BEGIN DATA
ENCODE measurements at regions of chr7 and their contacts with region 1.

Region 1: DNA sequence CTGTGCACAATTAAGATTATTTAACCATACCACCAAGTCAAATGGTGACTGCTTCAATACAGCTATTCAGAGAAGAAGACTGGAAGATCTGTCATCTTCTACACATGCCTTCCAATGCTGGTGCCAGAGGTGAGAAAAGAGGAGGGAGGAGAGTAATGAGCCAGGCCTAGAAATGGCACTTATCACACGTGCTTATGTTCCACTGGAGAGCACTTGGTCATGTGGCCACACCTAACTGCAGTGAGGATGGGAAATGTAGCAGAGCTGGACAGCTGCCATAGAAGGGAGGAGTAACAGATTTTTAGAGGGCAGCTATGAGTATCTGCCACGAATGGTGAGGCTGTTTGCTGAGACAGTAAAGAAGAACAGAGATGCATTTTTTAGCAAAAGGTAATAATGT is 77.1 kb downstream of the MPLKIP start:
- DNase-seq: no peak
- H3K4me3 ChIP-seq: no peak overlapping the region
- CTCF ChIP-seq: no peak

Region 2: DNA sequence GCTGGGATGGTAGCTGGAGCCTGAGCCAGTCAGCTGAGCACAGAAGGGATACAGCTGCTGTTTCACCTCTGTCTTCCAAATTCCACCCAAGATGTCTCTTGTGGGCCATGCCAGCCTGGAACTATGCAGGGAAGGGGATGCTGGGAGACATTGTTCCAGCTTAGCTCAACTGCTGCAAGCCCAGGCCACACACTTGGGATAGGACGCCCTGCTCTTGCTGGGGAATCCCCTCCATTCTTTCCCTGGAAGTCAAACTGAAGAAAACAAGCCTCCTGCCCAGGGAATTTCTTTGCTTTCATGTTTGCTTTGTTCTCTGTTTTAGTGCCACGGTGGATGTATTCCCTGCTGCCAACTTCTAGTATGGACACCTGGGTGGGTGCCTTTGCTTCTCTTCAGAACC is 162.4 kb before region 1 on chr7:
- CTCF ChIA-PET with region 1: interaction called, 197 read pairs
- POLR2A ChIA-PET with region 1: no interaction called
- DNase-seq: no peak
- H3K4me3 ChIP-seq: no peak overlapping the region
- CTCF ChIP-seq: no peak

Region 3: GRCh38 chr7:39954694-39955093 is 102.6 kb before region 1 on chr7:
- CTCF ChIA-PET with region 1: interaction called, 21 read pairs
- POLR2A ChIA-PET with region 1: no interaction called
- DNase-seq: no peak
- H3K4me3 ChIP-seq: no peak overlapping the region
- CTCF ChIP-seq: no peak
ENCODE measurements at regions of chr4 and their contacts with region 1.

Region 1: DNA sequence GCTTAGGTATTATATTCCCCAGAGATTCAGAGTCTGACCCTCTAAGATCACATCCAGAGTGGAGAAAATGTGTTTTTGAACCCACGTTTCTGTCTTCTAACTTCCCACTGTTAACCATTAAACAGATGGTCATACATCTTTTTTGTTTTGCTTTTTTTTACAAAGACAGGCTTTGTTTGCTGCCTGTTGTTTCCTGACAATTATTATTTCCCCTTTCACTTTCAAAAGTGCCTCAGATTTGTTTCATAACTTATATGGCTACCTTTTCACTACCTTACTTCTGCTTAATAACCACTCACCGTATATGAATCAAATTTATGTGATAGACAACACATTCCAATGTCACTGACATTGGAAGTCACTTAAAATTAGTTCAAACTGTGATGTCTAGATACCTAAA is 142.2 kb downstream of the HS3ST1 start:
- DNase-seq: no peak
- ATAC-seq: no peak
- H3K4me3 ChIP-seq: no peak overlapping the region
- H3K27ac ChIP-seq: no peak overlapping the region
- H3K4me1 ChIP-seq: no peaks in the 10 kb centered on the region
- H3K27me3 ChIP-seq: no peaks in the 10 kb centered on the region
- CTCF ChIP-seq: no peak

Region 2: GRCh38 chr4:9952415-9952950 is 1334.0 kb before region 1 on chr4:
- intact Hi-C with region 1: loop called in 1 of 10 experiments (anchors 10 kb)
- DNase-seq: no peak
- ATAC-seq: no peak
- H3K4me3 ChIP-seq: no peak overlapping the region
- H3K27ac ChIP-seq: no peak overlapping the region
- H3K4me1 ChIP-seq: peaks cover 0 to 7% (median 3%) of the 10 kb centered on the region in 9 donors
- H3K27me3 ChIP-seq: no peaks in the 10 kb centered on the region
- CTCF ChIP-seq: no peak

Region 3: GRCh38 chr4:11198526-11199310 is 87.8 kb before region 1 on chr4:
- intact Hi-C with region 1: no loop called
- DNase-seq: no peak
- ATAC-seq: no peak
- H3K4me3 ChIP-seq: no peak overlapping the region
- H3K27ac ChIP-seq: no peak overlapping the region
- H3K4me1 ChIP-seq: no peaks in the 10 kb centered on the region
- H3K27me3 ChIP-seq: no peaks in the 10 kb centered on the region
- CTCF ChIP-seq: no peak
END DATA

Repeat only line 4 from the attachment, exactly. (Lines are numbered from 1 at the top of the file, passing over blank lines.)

- H3K4me3 ChIP-seq: no peak overlapping the region